• Abstract:   This project will bridge the gap between research, farmers, and the bioenergy industry to improve the level of adoption of bioenergy farming in North Carolina. Previous studies have generated a wealth of information on short rotation woody crop (SRWC) culture, productivity and environmental impacts. However, there is a need to improve technology transfer between researchers and consumers of the information, namely farmers and the bioenergy industry. The proposed project will focus on the following: (1) Improve farmer understanding of the costs of production and the prices and trends of bioenergy from different emerging technologies, highlighting sycamore SRWC; (2) Economic valuation of the various environmental benefits derived from SRWC plantations; (3) Integration of economic and ecological valuations through the development of a bio-economic model using the American sycamore SWRC as a model system (4) Creation of technology-driven automated information systems as a tool for farmers to estimate SRWC product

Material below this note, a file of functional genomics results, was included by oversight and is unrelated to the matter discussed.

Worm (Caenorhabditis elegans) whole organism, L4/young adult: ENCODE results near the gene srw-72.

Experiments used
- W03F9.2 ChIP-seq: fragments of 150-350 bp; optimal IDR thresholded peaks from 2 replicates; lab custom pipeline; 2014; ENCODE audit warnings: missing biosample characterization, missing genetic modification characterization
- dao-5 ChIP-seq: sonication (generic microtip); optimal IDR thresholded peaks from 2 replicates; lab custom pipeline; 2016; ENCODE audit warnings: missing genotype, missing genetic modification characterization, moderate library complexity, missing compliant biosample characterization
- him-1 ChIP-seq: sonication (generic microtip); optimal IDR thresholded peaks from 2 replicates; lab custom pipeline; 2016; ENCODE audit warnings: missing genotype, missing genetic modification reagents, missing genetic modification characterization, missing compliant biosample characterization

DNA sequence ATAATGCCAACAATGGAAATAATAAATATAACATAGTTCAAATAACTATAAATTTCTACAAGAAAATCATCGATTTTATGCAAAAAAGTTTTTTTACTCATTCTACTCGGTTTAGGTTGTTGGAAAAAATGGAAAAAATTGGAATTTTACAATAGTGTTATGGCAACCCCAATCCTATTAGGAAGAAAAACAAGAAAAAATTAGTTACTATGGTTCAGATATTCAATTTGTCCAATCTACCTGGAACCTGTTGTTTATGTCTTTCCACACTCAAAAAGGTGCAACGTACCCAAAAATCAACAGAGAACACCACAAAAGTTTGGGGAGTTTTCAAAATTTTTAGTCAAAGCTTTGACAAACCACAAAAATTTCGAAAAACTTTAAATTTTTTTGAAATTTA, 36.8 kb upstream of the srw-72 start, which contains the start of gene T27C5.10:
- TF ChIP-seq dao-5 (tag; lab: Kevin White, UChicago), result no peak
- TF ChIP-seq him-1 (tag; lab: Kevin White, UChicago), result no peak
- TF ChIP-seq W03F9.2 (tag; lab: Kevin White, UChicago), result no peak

Advanced Separation and Processing Technologies for Enhanced Product Recovery and Improved Water Utilization, Cost Reduction, and Environmental Impact of an Integrated Lithium-Ion Battery Recycling System

  • PI: Park, Sunkyu
  • Direct Sponsor Name: American Battery Technology Company
  • Amount Awarded: $424,855 
  • Abstract: The objective of the project is to develop and demonstrate the technology to recycle
    graphite for battery application. Specifically, the team will (a) separate bulk anode
    material from recycled streams, (b) conduct thermochemical treatment to purify active
    graphite materials, (c) perform regeneration and re-graphitization of recovered active
    graphite, (d) do a performance evaluation, and (e) conduct life cycle assessment and
    techno-economic analysis of the proposed process. This is a 3-year project, with Year 1
    consisting of detailed system design and modeling, and gram-level bench work.  Year 2
    will consist of kg-level optimization and processing of these materials, and then in Year
    3 the team will design and construct a multi-ton per day system to implement at ABTC
    existing battery recycling facility near Reno, NV. NCSU/NREL work will focus on lab-
    scale technology development (regeneration and re-graphitization of recovered active
    graphite) and coin cell battery testing.